Cross Country teams excelled in 2014
by Kensey Berry
Over the past four months, both the men’s and women’s cross country teams excelled and exceeded expectations for the Cougars. The two teams represented pride and tenacity for BYU throughout the 2014 cross country season.
The men’s team ended the season with a 16th place finish at the national meet in a year coach Ed Eyestone believed was a rebuilding season for the team.
“Any program is going to go through kind of a rebuild, and I think it’ll hopefully lead towards good things for 2015,” Eyestone said, reflecting on the men’s cross country season.
BYU runner and teammate Spencer Gardner expressed his gratitude towards the men’s cross country program.
“Looking back on the entire experience it has been full of ups and downs and full of a lot of injury and a lot of setbacks, but getting through those things and being able to perform at a high level has been an extremely awesome experience,” Gardner said.
The women’s team finished the season at regionals, but two teammates, Andrea Harrison and Carrie Jube, moved on to the national championship. Harrison finished in at 46th with a time of 20:50.7, and Jube placed 126th with a time of 21:24.1 at the national meet.
“I was so proud of both Andrea and Carrie. They both ran their hearts out,” women’s head cross country coach Patrick Shane said.
“My experience at BYU was unbelievable,” Gardner said. “It started out like all student athletes your freshman year — you have high hopes and you have dreams, but you also don’t understand the depth of experience that you are going to have with teammates with coaches, with trainers, with administrators, with secretaries even. The overall BYU cross country experience was absolutely amazing.”
Men’s volleyball comes up just short in 2014
by Josh Keeton
The BYU men’s volleyball team had quite a year in the 2014 season. The team was the MPSF Tournament Champion, which BYU held at the Smith Fieldhouse because it had the best record in the conference. BYU won the MPSF Tournament for the second year in a row. The Cougars went undefeated in that tournament, not losing a single set, capped off by sweeping Stanford in the finals.
Unfortunately, the second-seeded Cougars fell to the third-seeded Stanford just a week later in five sets in the NCAA Semifinals. The BYU Cougars ended their season 21-9 and ranked third in the nation.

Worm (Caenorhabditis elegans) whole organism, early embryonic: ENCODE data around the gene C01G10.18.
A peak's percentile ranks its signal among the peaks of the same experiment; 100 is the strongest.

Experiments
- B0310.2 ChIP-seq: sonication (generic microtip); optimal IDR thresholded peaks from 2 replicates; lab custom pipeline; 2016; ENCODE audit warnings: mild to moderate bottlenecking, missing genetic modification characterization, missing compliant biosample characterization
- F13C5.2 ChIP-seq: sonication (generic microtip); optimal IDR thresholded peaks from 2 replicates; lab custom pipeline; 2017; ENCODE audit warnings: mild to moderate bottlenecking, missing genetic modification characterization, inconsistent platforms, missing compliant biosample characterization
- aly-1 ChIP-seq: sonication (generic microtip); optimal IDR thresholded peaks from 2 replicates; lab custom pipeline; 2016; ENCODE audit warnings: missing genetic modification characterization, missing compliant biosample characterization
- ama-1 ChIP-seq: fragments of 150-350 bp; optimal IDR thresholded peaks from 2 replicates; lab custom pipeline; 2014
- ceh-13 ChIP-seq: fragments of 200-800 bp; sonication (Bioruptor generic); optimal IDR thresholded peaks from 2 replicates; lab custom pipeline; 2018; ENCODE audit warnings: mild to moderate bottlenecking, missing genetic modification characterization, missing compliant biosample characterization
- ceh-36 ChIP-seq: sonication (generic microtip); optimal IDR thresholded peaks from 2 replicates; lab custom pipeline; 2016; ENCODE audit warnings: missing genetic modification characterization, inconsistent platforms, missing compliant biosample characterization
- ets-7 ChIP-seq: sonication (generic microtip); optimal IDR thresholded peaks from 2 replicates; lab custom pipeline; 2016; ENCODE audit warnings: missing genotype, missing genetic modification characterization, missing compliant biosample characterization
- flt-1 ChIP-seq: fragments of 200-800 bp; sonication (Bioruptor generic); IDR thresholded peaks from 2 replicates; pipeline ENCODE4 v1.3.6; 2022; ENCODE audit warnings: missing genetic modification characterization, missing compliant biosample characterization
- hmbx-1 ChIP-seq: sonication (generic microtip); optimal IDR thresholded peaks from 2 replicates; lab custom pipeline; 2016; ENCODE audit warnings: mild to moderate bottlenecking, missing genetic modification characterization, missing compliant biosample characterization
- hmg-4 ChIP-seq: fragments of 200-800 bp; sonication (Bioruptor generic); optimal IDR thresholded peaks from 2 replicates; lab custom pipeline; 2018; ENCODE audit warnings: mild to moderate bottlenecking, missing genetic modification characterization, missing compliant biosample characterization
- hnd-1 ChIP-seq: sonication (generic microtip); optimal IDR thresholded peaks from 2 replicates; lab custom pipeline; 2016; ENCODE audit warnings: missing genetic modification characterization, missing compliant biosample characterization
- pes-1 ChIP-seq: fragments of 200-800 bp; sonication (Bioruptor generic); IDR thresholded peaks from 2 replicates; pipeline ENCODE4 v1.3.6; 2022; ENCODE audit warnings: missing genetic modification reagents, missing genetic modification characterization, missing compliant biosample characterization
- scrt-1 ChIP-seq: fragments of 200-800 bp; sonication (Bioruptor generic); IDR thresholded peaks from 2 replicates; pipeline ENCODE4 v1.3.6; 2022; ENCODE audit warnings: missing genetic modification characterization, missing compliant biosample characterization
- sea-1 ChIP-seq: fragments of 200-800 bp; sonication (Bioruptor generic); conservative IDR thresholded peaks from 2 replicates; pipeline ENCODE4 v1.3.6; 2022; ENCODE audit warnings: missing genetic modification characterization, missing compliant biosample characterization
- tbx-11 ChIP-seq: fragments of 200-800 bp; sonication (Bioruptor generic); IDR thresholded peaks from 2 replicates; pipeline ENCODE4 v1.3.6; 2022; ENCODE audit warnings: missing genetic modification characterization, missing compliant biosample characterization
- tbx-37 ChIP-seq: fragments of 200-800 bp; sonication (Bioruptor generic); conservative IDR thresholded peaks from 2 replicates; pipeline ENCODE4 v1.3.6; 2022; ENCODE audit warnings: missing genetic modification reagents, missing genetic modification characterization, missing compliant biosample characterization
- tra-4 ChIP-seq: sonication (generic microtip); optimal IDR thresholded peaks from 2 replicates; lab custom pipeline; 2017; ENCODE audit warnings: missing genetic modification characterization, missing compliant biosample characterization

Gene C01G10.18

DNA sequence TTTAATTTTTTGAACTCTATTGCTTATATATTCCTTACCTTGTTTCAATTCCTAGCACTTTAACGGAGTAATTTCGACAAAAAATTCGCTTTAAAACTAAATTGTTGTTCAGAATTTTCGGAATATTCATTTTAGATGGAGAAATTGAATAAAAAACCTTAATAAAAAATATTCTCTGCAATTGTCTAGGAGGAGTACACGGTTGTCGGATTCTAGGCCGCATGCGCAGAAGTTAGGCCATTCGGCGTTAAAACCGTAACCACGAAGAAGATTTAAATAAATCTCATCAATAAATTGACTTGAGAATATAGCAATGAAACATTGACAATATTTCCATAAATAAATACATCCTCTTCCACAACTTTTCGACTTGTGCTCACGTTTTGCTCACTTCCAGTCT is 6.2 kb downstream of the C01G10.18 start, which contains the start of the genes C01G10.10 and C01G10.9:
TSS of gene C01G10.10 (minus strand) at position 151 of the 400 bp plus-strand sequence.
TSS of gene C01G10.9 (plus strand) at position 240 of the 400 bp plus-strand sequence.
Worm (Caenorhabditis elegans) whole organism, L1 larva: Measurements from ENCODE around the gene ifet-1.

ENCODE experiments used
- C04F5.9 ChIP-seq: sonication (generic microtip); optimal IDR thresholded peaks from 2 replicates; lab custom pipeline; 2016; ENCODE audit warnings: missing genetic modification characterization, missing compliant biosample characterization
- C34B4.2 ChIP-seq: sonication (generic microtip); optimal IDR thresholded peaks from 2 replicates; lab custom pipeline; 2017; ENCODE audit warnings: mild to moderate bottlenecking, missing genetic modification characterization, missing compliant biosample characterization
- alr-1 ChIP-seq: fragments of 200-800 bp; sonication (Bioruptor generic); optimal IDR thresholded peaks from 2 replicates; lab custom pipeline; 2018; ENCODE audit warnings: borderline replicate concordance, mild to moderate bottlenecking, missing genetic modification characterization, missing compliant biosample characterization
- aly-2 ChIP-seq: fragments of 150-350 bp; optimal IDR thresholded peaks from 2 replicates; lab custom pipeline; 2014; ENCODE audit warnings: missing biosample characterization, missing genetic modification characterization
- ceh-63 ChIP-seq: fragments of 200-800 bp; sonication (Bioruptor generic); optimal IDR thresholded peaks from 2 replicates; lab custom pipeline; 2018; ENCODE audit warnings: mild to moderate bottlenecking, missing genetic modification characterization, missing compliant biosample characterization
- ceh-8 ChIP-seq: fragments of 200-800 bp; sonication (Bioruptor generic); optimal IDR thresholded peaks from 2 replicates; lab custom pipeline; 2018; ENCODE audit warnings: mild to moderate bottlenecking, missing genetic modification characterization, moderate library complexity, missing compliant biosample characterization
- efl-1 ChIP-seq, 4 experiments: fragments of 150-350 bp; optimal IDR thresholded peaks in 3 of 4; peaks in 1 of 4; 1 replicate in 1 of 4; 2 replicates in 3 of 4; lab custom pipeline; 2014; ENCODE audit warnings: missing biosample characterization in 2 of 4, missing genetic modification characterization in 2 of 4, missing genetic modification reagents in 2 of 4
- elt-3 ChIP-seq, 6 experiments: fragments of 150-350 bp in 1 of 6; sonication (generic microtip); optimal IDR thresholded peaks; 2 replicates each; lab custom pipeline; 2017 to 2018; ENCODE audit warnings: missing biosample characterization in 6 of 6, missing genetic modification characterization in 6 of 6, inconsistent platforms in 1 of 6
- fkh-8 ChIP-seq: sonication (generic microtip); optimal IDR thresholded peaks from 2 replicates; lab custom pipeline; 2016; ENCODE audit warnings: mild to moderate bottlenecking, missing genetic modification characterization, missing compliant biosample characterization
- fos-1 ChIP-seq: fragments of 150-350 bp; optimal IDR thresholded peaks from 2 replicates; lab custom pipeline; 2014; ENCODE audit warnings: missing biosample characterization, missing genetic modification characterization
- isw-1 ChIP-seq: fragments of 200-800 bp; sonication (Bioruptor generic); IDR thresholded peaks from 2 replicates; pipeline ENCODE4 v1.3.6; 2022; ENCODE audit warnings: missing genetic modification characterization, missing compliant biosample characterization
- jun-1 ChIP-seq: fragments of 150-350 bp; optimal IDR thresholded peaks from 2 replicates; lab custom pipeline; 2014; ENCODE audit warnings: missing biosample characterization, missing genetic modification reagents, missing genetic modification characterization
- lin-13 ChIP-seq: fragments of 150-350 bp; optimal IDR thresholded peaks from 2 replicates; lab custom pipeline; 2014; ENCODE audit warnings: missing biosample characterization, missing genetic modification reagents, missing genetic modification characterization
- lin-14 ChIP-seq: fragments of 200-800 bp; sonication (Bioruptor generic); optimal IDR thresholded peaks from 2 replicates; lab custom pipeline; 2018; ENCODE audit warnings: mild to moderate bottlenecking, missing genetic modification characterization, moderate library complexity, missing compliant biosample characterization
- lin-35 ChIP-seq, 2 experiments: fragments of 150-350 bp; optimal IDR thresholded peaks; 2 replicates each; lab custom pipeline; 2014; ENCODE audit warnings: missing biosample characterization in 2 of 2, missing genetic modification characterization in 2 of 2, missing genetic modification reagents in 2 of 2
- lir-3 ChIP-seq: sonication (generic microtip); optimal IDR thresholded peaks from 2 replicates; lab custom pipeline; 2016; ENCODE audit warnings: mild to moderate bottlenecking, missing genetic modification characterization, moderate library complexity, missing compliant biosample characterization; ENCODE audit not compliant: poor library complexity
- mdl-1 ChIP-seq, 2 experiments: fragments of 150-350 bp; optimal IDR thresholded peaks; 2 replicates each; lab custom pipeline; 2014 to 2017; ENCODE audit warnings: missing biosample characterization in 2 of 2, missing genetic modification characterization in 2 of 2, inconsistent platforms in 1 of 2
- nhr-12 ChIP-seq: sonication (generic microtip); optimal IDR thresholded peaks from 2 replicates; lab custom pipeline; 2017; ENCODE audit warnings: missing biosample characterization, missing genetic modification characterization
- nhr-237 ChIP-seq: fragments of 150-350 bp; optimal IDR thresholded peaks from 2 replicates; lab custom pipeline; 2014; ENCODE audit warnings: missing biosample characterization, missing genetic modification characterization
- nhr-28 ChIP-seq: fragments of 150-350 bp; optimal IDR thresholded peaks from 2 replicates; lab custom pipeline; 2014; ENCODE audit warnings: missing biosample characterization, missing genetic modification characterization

With a winning percentage of .700 percent, BYU finished 18-6 in its conference and 14-0 at home. The Cougars are still on a 26-game win streak at home.
The Cougars said goodbye to four-time All-American and 2014 AVCA Player of the Year, Taylor Sander, who graduated, along with senior middle blockers Devin Young and Nick Valencia.
The men’s volleyball team will return in January 2015 to begin its new regular season.
BYU women’s volleyball finishes regular season ranked No. 12
by David Frost
BYU women’s volleyball had a very successful 2014. The Cougars finished the year ranked No. 12 in the nation. BYU had an overall record of 24-4 and went 16-2 in conference play. The Cougars won the WCC Championship and ended the season on a seven-game winning streak.
BYU saw a couple of records broken and tied this year. Ciara Parker became the all-time dig leader in BYU history in just her junior year. Whitney Young also tied the BYU record for most blocks in a single game with 17 against the University of San Fransisco. Young’s teammate, Amy Boswell, also tied the record against San Diego. Young led the nation in blocks per set, and Boswell was a close second.
BYU also took home a few WCC awards. Alexa Gray earned the WCC Player of the Year award. Young won the WCC Defensive Player of the Year award as a sophomore. BYU’s head coach Shawn Olmstead won the Co-Coach of the Year award for the WCC.
BYU women’s basketball ends season on historic NCAA Tournament run
by Alex Johnson
The BYU women’s basketball team qualified for the NCAA Tournament earlier this year. The Cougars won their first two games and qualified for the Sweet 16, where they faced perennial powerhouse UConn. BYU ultimately lost to the eventual national champions but played them tough. It was the only team to lead UConn in the second half of a game during the tournament.
The Cougars finished the season with a 26-4 record, placing second in both the WCC regular season and conference tournament.